Have Arroyo arrested again, Comelec asks CA
MANILA, Philippines – The Commission on Elections (Comelec) has gone to the Court of Appeals (CA) to end former President Gloria Macapagal-Arroyo's temporary freedom and have her arrested again.
Comelec law department head Esmeralda Ladra confirmed on Friday, December 28, that the poll body, through the Office of the Solicitor General (OSG), has filed a petition before the CA to reject Arroyo's bail, which was earlier granted by a Pasay City court. The Comelec received its copy of the petition for certiorari, which was prepared by the OSG, last December 13.
In a 48-page petition, a copy of which was obtained by Rappler, the Comelec said Pasay RTC Branch 112's Judge Jesus Mupas committed grave abuse of discretion when he allowed Arroyo to post bail last July for her electoral sabotage case. The Comelec wanted the CA to nullify this order and another that denied Comelec's motion for reconsideration.
The Comelec presented two basic arguments:
The prosecution “sufficiently established” that Arroyo is a co-principal and co-conspirator to the crime charged.
The testimony of former Maguindanao provincial administrator Norie Unas, the star witness in the case, “is credible and need not be corroborated.”
Arroyo 'induced' Ampatuan
In particular, the Comelec said Arroyo committed electoral sabotage as a “principal by inducement.” Under the Revised Penal Code, this term refers to “those who directly force or induce others” to commit a crime.
Arroyo, as the most powerful person in the Philippines then, allegedly “exerted her influence and moral authority” when she supposedly instructed former Maguindanao Gov Datu Andal Ampatuan Sr to rig the 2007 senatorial elections in favor of her senatorial candidates.
In his testimony, Unas said he heard Arroyo instruct Ampatuan to cheat in favor of the administration's Team Unity candidates. “Dapat 12-0 sa Maguindanao, kahit pa ayusin o palitan ninyo ang resulta,” Unas allegedly heard the former President say. (It should be 12-0 in Maguindanao in favor of the administration, even if you have to manipulate the results.)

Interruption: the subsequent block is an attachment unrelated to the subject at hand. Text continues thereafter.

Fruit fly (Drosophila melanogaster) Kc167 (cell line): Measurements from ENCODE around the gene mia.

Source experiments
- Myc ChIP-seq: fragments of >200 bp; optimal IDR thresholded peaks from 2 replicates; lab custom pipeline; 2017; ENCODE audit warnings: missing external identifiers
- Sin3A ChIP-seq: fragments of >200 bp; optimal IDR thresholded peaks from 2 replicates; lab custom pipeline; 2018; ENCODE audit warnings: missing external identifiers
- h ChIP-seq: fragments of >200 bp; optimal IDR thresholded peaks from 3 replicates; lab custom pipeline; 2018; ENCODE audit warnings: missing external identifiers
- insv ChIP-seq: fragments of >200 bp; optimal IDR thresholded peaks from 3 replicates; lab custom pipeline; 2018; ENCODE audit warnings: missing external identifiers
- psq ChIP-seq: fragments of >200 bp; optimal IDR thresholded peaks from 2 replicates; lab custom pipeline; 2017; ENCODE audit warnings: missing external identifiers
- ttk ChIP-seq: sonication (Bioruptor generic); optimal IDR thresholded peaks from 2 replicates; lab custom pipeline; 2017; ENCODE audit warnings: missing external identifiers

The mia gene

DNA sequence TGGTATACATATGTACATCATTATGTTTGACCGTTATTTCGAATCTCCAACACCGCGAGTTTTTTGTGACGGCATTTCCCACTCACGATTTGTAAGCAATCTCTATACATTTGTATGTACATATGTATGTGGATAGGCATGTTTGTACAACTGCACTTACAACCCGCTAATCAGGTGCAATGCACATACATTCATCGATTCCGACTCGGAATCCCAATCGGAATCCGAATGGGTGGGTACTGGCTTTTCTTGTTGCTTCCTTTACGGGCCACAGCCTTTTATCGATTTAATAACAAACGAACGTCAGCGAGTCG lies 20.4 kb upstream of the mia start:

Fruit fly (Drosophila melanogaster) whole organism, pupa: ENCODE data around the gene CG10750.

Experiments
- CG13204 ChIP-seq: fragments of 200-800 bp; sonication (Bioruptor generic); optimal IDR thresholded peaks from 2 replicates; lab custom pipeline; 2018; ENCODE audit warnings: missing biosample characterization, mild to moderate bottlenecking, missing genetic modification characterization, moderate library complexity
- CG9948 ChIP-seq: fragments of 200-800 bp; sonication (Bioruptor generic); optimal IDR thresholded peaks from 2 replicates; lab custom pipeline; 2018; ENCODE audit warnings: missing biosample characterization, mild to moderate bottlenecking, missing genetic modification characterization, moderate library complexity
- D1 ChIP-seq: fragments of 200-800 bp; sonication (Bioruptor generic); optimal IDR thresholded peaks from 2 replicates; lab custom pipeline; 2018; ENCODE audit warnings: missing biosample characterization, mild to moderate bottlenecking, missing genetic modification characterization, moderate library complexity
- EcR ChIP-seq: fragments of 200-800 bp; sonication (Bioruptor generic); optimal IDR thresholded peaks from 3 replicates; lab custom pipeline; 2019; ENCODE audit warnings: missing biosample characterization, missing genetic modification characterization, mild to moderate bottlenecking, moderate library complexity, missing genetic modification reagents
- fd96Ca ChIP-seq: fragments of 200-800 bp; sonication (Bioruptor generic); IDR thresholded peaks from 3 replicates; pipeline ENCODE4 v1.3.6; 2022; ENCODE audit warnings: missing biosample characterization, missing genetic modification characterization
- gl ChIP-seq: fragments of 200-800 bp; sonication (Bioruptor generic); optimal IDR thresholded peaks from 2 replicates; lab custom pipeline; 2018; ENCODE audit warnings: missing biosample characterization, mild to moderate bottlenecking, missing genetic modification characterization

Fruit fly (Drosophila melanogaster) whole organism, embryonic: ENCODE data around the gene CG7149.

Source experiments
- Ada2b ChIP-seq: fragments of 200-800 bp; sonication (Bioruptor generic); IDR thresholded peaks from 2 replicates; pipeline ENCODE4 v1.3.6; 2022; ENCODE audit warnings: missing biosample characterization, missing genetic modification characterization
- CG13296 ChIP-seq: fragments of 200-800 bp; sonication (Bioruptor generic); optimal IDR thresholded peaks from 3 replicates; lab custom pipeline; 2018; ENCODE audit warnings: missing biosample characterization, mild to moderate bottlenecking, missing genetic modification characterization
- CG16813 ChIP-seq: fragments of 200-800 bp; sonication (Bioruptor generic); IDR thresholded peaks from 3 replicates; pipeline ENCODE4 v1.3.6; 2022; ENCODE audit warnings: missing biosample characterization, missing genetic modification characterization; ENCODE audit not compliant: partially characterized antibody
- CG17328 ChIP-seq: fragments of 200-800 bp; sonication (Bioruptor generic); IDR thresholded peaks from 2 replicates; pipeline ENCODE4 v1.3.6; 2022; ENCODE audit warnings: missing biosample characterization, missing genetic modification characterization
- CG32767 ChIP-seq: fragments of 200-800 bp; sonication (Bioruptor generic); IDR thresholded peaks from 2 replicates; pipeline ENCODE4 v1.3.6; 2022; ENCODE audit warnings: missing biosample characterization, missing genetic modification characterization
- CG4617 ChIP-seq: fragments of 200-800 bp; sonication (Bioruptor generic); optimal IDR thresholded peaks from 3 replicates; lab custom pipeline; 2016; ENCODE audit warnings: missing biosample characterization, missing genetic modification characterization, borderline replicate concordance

For the Comelec, Arroyo “did not have to participate in the execution of the crime since her mere inducement to Ampatuan Sr and her moral ascendancy to her co-accused are sufficient 'overt acts' for her indictment as principal by inducement.”
The Comelec said Arroyo "hatched and devised the evil plan of ensuring a '12-0' victory" for the administration's bets.
Arroyo's instructions also show there was a "conspiracy" between her, Ampatuan, and former Maguindanao election supervisor Lintang Bedol, the Comelec said.
Citing a Supreme Court ruling, it added that conspiracy does not require a formal agreement. "It is sufficient that their minds meet understanding so as to bring about an intelligent and deliberate agreement to commit the offense charged."
'Credible' star witness
The Comelec also said its star witness, Unas, is credible. Mupas earlier said Unas's credibility is "tainted with doubt," with the judge discarding the latter's testimony because no other witness can corroborate it.
The Comelec however cited a "well-settled principle that the absence of corroborating testimony will not affect credibility." What corroboration can the court expect from Unas, it added, when no one else heard the alleged Arroyo-Ampatuan conversation?
"Here, Engineer Unas' testimony is credible. It was not hearsay.... Furthermore, the testimony has been consistent and straightforward. It must always be borne in mind that the quality of evidence must prevail over quantity," the Comelec explained.
When defense lawyers cross-examined Unas, however, he admitted that he did not personally witness cheating in 2007. Defense lawyers said this weakens his testimony.
This bolstered critics' claim that the case is weak in the first place.
Pretrial for Arroyo's electoral sabotage case, which was filed on Nov 18, 2011, will begin in January. One of the most unpopular leaders in Philippine history, she also faces graft and plunder charges before other courts. – Rappler.com